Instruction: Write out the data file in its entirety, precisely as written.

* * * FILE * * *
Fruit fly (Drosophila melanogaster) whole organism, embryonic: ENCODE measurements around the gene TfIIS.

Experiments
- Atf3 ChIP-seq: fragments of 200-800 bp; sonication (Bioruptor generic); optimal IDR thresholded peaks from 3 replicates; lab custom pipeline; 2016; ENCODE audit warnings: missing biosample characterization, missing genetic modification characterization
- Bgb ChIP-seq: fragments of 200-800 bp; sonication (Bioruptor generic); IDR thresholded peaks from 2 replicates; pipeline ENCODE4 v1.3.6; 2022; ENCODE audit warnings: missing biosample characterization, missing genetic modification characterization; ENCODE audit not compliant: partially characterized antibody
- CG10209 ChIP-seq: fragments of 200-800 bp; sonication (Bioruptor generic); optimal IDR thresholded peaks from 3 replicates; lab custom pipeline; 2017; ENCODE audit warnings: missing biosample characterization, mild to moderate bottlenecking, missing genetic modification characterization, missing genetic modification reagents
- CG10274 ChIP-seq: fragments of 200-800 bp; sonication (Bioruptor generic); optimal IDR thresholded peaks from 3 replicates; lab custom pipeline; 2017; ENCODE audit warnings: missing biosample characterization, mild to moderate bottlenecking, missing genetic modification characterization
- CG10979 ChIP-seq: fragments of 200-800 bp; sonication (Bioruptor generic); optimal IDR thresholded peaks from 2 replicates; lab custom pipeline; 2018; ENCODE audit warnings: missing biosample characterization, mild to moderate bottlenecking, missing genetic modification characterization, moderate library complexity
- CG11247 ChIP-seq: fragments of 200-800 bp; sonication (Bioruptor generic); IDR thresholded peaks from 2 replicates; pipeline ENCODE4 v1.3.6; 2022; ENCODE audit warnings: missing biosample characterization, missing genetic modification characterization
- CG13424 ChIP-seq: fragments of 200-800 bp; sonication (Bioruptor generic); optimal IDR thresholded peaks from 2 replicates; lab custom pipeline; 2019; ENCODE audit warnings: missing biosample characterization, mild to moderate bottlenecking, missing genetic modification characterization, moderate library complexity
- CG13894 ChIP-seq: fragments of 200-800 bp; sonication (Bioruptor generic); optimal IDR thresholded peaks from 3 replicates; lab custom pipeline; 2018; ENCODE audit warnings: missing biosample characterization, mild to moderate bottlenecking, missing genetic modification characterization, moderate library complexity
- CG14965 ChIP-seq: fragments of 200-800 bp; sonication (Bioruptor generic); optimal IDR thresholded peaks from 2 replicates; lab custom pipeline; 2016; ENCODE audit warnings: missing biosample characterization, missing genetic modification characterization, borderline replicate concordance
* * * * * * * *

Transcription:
Fruit fly (Drosophila melanogaster) whole organism, embryonic: ENCODE measurements around the gene TfIIS.

Experiments
- Atf3 ChIP-seq: fragments of 200-800 bp; sonication (Bioruptor generic); optimal IDR thresholded peaks from 3 replicates; lab custom pipeline; 2016; ENCODE audit warnings: missing biosample characterization, missing genetic modification characterization
- Bgb ChIP-seq: fragments of 200-800 bp; sonication (Bioruptor generic); IDR thresholded peaks from 2 replicates; pipeline ENCODE4 v1.3.6; 2022; ENCODE audit warnings: missing biosample characterization, missing genetic modification characterization; ENCODE audit not compliant: partially characterized antibody
- CG10209 ChIP-seq: fragments of 200-800 bp; sonication (Bioruptor generic); optimal IDR thresholded peaks from 3 replicates; lab custom pipeline; 2017; ENCODE audit warnings: missing biosample characterization, mild to moderate bottlenecking, missing genetic modification characterization, missing genetic modification reagents
- CG10274 ChIP-seq: fragments of 200-800 bp; sonication (Bioruptor generic); optimal IDR thresholded peaks from 3 replicates; lab custom pipeline; 2017; ENCODE audit warnings: missing biosample characterization, mild to moderate bottlenecking, missing genetic modification characterization
- CG10979 ChIP-seq: fragments of 200-800 bp; sonication (Bioruptor generic); optimal IDR thresholded peaks from 2 replicates; lab custom pipeline; 2018; ENCODE audit warnings: missing biosample characterization, mild to moderate bottlenecking, missing genetic modification characterization, moderate library complexity
- CG11247 ChIP-seq: fragments of 200-800 bp; sonication (Bioruptor generic); IDR thresholded peaks from 2 replicates; pipeline ENCODE4 v1.3.6; 2022; ENCODE audit warnings: missing biosample characterization, missing genetic modification characterization
- CG13424 ChIP-seq: fragments of 200-800 bp; sonication (Bioruptor generic); optimal IDR thresholded peaks from 2 replicates; lab custom pipeline; 2019; ENCODE audit warnings: missing biosample characterization, mild to moderate bottlenecking, missing genetic modification characterization, moderate library complexity
- CG13894 ChIP-seq: fragments of 200-800 bp; sonication (Bioruptor generic); optimal IDR thresholded peaks from 3 replicates; lab custom pipeline; 2018; ENCODE audit warnings: missing biosample characterization, mild to moderate bottlenecking, missing genetic modification characterization, moderate library complexity
- CG14965 ChIP-seq: fragments of 200-800 bp; sonication (Bioruptor generic); optimal IDR thresholded peaks from 2 replicates; lab custom pipeline; 2016; ENCODE audit warnings: missing biosample characterization, missing genetic modification characterization, borderline replicate concordance